Richard's Cabin

Richard Koontz is my cousin, the son of my aunt Dorothy Koontz and my mother's late brother Richard. He grew up in Vermilion, Ohio and we would see each other perhaps a few times a year. A couple years after high school he moved to Portland, Oregon. He now works at Portland State University in Facilities and Planning - Mechanical Systems and Energy Management. For years we have been hearing about his cabin on Tahkenitch Lake. In planning for this trip to Seattle, Richard and I talked and it worked out for him to have me visit the weekend after my business activity (which was preceded by several days with daughter Jennie and Adele).

So on the last Friday morning of February 2009 we drove from Richard's home in Sherwood, OR, just south of Portland, about 3-1/2 hours to Tahkenitch Lake, right on the Pacific Ocean coast about 12 miles south of Florence, OR.

The image below is from GoogleEarth and shows the layout of the lake. The horizontal white line is 0.9 mile long and the right end is just off US Highway 101 that follows the Pacific coast from Mexico to Canada. Coordinates of the marker pin are 43°47'59.03"N and 124° 7'54.95"W.

Once at Tahkenitch Lake, we parked at a small dock area where Richard has contracted for parking and dock use. When we first arrived, we saw five otters playing in the dock area and they were soon on their way toward the dam across the highway. We unloaded Richard's vehicle and loaded his 18' StarCraft for the ride to the cabin.

The Johnson 88 hp two cycle engine came to life and we were soon on our way. There was no other boat traffic on the lake. Captain Koontz pointed out other cabins, the boat launches, and much more.

We saw a lot of cormorants perched on trees that had fallen into the lake (below). At the right of this photo is the first of many great blue herons that we saw over the weekend. Thousands of coots floated together in open water.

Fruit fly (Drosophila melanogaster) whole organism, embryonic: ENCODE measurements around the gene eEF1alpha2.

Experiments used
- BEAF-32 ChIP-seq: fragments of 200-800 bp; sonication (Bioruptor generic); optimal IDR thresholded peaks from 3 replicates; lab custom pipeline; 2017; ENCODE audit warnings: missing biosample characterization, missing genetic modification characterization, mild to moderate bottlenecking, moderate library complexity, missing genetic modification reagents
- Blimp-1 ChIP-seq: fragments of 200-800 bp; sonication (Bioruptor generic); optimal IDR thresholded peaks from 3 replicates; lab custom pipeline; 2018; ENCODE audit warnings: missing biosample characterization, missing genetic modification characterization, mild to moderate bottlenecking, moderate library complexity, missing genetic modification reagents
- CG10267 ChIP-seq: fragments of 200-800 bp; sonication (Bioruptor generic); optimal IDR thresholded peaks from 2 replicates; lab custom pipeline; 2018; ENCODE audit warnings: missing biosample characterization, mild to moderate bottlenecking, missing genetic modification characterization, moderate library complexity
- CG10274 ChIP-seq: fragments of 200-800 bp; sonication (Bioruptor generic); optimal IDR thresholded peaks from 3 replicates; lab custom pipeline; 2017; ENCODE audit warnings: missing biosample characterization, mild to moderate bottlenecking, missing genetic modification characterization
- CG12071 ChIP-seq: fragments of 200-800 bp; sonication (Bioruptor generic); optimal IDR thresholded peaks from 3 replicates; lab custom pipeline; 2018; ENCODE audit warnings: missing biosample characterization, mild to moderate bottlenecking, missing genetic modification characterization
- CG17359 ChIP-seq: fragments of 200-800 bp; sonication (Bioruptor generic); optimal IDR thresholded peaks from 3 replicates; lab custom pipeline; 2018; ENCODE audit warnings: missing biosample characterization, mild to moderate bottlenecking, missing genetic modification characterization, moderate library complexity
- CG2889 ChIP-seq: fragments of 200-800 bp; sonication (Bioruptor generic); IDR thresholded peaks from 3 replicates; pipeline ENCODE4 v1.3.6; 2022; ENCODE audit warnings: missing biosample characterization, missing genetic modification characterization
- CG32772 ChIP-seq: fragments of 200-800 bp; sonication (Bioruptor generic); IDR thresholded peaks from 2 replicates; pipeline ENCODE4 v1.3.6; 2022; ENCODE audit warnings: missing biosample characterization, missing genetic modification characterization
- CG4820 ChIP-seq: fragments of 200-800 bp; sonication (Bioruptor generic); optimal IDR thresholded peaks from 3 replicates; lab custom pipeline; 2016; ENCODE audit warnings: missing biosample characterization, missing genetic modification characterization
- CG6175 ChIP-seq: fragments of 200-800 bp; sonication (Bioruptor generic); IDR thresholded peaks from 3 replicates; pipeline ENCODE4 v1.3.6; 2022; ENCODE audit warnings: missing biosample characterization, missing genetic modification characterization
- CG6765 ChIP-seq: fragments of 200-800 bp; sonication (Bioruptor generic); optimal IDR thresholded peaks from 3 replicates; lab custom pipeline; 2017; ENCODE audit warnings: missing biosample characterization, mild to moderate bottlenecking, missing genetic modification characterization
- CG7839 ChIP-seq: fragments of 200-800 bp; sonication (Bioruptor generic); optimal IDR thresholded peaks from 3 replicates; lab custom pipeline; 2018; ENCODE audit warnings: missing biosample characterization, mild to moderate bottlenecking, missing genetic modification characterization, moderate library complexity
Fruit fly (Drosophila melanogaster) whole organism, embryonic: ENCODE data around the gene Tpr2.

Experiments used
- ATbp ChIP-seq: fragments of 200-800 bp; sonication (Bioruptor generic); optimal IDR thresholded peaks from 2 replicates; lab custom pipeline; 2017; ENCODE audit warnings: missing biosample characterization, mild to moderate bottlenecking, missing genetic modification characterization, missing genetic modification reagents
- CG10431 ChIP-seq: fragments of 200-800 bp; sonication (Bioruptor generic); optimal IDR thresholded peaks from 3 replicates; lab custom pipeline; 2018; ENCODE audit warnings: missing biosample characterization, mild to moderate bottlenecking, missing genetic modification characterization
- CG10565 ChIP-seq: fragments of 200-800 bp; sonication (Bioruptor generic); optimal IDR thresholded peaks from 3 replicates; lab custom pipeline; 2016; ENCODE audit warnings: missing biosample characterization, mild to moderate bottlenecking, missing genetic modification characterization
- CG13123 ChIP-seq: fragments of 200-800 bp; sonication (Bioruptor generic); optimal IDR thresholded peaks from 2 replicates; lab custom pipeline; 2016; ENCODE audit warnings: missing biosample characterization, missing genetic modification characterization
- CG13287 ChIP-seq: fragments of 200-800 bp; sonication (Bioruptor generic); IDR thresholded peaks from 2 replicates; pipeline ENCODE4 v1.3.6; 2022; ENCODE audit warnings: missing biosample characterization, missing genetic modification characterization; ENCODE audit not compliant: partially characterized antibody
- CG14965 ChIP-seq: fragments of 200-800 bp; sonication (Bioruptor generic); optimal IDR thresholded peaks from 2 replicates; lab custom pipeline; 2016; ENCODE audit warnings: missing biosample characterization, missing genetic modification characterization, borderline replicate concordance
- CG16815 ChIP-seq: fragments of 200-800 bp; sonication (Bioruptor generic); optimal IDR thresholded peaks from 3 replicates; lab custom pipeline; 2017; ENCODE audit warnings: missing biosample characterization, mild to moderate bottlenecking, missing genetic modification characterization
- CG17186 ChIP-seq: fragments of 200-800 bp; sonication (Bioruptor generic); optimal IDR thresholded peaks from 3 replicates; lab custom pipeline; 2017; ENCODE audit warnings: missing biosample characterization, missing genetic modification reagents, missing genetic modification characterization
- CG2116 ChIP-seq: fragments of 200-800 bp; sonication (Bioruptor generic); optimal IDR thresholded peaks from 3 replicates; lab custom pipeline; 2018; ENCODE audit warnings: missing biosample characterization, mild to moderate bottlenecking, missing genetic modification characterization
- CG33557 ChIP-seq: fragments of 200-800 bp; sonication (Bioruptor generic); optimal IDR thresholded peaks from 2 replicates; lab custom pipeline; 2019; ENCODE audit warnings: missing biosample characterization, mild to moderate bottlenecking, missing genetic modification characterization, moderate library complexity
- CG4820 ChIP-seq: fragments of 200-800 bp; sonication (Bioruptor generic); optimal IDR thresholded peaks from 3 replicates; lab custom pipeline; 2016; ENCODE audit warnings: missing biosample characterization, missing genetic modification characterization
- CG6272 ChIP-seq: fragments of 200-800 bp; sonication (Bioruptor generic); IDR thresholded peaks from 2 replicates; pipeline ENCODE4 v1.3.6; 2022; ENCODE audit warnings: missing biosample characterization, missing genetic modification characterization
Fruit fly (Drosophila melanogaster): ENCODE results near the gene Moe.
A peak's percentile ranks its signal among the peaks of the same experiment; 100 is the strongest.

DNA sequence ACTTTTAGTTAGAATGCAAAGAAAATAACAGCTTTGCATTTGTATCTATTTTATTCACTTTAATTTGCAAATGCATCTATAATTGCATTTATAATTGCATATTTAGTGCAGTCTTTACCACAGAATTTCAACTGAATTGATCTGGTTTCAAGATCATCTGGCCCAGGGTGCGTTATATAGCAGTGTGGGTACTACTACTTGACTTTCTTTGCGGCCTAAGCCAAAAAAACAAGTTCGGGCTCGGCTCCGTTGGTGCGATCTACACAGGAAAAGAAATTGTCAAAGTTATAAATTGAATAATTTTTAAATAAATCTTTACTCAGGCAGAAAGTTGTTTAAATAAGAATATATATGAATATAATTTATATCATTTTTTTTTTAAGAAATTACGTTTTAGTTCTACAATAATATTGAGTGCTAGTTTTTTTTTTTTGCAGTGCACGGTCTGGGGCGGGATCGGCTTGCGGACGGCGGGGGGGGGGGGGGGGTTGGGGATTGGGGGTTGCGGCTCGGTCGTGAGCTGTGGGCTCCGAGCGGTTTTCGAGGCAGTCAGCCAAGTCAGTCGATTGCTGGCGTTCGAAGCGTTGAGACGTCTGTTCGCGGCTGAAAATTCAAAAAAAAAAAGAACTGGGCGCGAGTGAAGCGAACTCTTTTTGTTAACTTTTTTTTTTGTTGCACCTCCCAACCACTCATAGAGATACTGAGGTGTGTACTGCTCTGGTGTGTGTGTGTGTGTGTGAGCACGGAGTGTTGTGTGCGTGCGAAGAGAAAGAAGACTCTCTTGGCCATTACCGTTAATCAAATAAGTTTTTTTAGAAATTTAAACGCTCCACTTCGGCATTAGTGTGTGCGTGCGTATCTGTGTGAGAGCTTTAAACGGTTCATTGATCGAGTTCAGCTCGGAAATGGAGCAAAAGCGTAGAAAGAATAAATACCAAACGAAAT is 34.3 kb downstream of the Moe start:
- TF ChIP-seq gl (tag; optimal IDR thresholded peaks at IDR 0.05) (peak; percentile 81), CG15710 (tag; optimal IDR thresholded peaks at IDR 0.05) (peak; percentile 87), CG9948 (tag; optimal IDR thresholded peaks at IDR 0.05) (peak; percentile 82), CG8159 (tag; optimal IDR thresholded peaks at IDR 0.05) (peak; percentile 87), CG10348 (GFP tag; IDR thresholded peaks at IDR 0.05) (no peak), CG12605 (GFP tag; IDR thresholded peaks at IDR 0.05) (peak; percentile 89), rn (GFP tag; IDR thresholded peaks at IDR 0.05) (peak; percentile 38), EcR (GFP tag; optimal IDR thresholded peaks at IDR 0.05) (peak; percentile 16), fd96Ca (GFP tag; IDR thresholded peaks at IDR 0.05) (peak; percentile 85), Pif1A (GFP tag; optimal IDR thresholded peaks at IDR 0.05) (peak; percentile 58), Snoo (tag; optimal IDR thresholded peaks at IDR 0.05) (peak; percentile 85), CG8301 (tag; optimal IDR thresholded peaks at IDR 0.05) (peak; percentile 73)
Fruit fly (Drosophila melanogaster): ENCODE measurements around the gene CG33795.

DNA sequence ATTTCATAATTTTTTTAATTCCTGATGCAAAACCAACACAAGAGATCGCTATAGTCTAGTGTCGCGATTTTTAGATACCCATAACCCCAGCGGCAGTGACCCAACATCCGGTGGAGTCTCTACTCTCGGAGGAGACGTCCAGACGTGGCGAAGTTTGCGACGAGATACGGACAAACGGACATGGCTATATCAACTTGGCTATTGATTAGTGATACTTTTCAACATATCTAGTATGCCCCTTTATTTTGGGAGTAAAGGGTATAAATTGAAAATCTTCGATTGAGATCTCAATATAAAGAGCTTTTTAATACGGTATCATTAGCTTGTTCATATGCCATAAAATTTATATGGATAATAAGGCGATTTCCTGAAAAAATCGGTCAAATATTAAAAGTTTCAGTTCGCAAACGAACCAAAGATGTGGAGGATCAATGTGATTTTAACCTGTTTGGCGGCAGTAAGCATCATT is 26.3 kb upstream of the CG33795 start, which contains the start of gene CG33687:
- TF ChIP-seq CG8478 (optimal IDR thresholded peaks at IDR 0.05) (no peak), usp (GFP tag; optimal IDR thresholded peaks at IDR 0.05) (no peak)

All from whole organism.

Richard had been a part owner of this older cabin for some years.

In late 2007, Richard and two partners built a new cabin on the lake, literally on the lake. The common construction technique is to build on floating logs. (Sometimes other floatation methods, such as plastic 55 gallon drums or styrofoam in concrete are used.) The following series of photos showing the construction process came from Richard.

The logs were first cabled together.

They poured short concrete posts on the logs to create a level plane. Then they attached 6 x 6 beams to the posts, connecting the logs.

Then 2 x 6 floor joists were placed on edge across the beams.

This was covered with treated tongue and groove plywood floor over an inch thick.

This provided a platform on which the walls were constructed and erected.

Back to the weekend. After five minutes or so in the boat, we turned a corner and saw the cabins.

The original cabin is on the right and the new one is center. The cabin on the left has another owner and is in need of work. The cabins are in a bit of a cove with a breakwall of logs that can be seen separating the slightly choppy lake surface from the calm surface in front of the cabins.

We tied up right in from of the new cabin and unloaded. The blue cooler kept us nourished for the weekend. Richard seems to have the packing down to a science.

The cabins are connected with a log walkway.

Some of the breakwater logs have been there for awhile. This tree is growing out of a log.

The first night was really clear. Loads of stars could be seen. But this also meant low temperatures, in the upper 30s. So the woodstove was closely attended and the cabin temperature was in the mid to upper 50s for the night. The fan on the top of the stove is an Eco-Fan. It has a small DC motor that is powered by a Peltier junction device, which converts temperature differential into electricity. Richard's coffee was brewing most of the time. We also used the stove for heating soup for meals and water for hot chocolate. The wood comes from harvesting floating logs from the lake and downed trees.